Borogan, Philippines

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Getting There


  • AirportDaniel Z. Romualdez Airport, Tacloban (TAC)
  • Currency – Philippine Peso
  • Official Languages – Filipino, English
  • Borongan Population – 60,000
  • GDP (Philippines) – $292 billion (39th Overall)


Borongan Introduction

Borongan is a city in the Eastern Samar province of the Philippines located on Philippines’ third largest island: Samar. As a small city with 60,000 inhabitants, it may be overshadowed by larger Philippine destinations like Manila or Boracay, but Borongan offers an array of delicious food, adventurous activities, beaches, and more to satisfy the wanderlust in all of us! From a quick stroll or leisurely jog along Baybay Boulevard to island hopping, surfing, skim boarding, hiking, river adventures and more, Borongan offers you the opportunity to marvel at nature’s canvas-splashed colors and beautiful sunrises and sunsets at this truly one-stop tourist destination.

While smaller than other Philippine cities, the Boronganons take pride in claiming theirs as the city of golden sunrises, warm smiles, and much more. Bordered by the Pacific Ocean to the east, Borongan offers one a great view of the sun’s golden glow. To catch the sun, one only needs to go to the main boulevard to marvel at the brilliant colors of the sunrise and the warm smiles of the early joggers, Zumba enthusiasts, and the city’s street cleaners who are up and about before dawn.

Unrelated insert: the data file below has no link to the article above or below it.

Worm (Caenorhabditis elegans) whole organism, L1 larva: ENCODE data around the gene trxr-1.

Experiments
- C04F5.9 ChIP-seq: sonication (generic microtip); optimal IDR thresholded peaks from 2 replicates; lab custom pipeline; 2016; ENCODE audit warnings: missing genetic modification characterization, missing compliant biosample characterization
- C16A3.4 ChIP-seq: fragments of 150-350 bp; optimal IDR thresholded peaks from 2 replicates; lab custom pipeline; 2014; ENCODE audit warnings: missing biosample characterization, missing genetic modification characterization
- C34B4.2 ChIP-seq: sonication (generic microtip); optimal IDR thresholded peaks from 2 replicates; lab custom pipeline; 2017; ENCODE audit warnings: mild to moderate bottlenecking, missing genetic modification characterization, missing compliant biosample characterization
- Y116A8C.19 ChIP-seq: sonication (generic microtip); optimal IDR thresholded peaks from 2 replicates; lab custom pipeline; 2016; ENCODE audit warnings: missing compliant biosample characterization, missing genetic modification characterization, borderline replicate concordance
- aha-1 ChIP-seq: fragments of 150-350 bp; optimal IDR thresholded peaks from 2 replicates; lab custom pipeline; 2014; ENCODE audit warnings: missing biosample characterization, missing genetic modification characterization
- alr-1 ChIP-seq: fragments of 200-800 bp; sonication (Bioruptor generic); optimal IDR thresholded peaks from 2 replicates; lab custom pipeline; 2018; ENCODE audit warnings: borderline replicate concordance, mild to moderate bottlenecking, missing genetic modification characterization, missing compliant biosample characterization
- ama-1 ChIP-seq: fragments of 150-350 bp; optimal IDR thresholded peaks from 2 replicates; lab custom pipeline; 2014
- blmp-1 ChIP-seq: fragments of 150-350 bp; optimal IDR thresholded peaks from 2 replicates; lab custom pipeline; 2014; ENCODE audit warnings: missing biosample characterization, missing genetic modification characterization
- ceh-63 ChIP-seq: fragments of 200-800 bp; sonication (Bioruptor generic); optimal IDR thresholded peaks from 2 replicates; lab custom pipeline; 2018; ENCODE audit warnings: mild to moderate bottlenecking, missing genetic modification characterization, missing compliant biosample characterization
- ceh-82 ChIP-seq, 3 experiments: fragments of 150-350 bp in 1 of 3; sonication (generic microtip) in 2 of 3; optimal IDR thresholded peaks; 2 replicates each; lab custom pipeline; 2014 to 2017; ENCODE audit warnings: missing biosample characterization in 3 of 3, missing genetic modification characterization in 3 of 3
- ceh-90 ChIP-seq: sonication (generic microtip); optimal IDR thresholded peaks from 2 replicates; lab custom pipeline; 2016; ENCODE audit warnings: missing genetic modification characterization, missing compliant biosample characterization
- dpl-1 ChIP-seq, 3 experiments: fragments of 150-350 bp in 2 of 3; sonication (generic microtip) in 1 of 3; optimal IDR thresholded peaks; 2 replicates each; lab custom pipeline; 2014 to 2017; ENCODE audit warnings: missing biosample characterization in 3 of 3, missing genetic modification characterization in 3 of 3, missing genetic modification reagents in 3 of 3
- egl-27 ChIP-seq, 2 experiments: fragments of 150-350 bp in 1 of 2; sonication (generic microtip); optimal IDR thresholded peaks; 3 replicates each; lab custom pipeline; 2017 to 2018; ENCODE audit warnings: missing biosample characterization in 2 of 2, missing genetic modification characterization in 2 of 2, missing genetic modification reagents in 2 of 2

West of the city lies a plethora of mountains and forests. Here, the adventurer can explore the caves, waterfalls, and rivers. The mountains west of the city are the perfect destinations, but the beaches and islands nearby can also offer as much adventure, with plenty of island hopping, skim boarding, and surfing available.

Borongan may not have state-of-the-art equipment, facilities, or activities for the modern tourist. You’ll have to head elsewhere for parasailing, zip lining and the like, but come to Borongan to the experience nature in its original state, and this will more than compensate for the lack of technology.


How to Get to Borongan?

  • Fly from Manila to Tacloban Airport
    • Tacloban is a 1-hour plane ride from Manila, a major airport and the capital of the Philippines
    • You can fly via Philippine Airlines, Cebu Pacific, and Air Asia to Tacloban from Manila
  • Drive from Tacloban Airport to Borongan